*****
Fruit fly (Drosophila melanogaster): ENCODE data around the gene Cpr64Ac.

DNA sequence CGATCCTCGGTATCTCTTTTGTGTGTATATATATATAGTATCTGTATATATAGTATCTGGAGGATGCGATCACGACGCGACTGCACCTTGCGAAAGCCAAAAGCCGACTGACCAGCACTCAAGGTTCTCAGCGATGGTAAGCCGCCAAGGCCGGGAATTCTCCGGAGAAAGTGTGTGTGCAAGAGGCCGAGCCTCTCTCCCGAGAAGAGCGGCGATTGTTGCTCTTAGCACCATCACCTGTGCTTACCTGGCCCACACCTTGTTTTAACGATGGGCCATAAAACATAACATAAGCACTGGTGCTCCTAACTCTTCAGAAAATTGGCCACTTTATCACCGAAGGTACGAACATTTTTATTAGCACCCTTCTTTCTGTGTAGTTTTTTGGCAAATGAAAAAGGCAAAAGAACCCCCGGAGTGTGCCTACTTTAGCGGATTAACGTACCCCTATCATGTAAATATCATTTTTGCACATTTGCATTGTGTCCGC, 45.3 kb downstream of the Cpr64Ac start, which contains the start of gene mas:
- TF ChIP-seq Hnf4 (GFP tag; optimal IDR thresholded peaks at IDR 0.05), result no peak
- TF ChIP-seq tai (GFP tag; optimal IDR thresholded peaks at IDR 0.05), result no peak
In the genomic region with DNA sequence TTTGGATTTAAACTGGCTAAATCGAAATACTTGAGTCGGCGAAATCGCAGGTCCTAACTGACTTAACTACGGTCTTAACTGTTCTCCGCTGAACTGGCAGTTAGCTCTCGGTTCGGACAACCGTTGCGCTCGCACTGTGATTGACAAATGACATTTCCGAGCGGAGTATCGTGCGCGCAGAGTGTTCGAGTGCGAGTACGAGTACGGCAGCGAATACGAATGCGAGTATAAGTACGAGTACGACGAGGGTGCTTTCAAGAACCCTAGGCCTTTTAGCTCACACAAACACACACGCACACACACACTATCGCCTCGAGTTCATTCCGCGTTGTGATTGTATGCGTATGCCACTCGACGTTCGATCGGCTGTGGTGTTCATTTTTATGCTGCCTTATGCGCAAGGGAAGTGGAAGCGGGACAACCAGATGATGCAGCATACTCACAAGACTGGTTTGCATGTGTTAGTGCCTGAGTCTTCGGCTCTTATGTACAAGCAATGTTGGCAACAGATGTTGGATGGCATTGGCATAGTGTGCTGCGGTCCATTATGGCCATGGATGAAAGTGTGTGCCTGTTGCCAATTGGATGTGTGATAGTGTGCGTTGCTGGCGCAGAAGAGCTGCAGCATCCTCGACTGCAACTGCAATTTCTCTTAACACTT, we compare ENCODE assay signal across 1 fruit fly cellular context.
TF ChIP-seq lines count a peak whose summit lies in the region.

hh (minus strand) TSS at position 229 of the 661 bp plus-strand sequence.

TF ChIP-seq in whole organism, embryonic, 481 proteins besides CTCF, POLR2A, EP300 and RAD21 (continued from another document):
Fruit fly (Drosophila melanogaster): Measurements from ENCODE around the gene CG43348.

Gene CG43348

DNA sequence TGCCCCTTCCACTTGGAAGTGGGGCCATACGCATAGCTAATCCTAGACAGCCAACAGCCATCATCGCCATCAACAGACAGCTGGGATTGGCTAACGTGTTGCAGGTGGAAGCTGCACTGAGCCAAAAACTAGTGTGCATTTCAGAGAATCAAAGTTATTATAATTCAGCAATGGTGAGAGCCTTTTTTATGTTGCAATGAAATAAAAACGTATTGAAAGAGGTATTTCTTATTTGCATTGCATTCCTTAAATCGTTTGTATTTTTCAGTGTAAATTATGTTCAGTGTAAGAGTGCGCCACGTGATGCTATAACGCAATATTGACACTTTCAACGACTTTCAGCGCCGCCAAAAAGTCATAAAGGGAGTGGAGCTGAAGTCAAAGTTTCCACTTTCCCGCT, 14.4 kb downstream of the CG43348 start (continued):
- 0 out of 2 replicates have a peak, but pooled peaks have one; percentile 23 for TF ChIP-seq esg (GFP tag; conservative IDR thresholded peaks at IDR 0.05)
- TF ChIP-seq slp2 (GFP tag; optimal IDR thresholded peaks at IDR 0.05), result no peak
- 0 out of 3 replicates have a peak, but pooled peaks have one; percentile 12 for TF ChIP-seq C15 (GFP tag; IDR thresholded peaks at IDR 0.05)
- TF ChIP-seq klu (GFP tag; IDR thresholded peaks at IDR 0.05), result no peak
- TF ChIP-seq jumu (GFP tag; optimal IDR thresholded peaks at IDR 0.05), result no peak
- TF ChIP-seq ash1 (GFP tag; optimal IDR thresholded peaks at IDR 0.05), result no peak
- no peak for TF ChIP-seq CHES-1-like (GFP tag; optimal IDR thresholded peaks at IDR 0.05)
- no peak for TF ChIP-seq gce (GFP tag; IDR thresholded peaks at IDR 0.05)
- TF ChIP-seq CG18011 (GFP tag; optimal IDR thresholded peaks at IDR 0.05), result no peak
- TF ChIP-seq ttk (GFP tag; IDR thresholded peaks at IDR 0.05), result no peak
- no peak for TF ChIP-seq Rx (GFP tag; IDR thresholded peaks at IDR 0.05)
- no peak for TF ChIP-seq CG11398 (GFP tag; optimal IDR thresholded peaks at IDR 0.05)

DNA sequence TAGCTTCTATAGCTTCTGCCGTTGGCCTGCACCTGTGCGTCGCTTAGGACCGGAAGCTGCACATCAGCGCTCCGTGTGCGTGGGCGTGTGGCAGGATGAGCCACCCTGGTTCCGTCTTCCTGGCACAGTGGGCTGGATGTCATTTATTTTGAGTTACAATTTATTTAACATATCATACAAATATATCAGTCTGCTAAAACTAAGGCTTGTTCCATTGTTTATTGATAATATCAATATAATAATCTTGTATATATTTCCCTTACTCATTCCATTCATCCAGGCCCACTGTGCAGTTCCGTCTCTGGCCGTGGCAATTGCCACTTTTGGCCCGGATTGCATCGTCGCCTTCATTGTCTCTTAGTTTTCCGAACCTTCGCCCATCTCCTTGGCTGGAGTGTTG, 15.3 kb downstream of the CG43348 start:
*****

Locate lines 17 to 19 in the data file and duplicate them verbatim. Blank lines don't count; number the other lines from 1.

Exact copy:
- TF ChIP-seq ash1 (GFP tag; optimal IDR thresholded peaks at IDR 0.05), result no peak
- no peak for TF ChIP-seq CHES-1-like (GFP tag; optimal IDR thresholded peaks at IDR 0.05)
- no peak for TF ChIP-seq gce (GFP tag; IDR thresholded peaks at IDR 0.05)